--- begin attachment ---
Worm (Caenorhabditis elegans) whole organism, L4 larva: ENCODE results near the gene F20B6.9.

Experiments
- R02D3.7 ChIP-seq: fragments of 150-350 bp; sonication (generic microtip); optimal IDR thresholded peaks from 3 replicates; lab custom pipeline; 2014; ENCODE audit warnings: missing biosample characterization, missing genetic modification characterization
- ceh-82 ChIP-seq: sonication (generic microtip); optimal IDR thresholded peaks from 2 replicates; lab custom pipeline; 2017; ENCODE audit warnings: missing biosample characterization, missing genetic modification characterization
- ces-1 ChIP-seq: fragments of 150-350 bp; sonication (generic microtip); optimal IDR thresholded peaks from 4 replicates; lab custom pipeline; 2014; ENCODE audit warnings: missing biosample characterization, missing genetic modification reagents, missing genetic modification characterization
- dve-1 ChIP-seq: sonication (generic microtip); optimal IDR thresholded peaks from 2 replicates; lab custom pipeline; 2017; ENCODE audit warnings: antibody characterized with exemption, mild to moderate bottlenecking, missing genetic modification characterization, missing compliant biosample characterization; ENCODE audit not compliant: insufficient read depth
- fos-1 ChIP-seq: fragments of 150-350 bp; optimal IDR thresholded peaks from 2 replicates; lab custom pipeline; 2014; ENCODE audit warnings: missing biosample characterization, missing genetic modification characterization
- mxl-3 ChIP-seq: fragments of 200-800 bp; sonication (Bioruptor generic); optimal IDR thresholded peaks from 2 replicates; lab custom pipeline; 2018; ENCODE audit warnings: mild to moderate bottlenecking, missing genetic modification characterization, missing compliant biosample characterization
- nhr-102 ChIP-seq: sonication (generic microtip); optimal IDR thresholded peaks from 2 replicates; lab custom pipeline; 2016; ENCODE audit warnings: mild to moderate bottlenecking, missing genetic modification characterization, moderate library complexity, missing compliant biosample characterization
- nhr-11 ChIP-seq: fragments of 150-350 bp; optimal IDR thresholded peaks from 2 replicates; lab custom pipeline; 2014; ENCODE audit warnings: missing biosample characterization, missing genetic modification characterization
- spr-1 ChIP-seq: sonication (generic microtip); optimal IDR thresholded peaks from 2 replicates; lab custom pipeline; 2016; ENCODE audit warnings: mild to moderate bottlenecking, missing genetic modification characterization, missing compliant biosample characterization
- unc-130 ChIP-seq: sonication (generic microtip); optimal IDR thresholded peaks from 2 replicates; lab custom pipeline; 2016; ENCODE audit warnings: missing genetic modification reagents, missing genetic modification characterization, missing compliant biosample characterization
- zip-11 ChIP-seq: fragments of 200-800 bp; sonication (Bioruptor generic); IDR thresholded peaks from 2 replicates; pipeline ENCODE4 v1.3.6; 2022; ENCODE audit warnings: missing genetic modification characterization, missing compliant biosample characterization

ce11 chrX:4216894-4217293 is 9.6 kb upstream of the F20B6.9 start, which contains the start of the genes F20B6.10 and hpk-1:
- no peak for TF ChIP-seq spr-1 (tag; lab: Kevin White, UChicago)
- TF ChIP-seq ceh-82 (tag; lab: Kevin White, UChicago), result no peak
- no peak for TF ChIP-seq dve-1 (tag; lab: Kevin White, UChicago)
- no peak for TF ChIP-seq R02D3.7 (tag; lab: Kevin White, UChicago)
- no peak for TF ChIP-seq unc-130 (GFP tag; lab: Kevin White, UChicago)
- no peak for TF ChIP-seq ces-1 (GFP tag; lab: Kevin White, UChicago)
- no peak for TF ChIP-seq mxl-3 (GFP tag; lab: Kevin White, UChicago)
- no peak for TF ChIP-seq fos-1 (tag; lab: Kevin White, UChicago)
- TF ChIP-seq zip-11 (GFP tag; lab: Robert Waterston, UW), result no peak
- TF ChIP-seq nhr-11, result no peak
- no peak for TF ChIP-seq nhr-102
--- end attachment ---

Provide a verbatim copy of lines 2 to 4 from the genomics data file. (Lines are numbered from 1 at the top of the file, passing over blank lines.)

Experiments
- R02D3.7 ChIP-seq: fragments of 150-350 bp; sonication (generic microtip); optimal IDR thresholded peaks from 3 replicates; lab custom pipeline; 2014; ENCODE audit warnings: missing biosample characterization, missing genetic modification characterization
- ceh-82 ChIP-seq: sonication (generic microtip); optimal IDR thresholded peaks from 2 replicates; lab custom pipeline; 2017; ENCODE audit warnings: missing biosample characterization, missing genetic modification characterization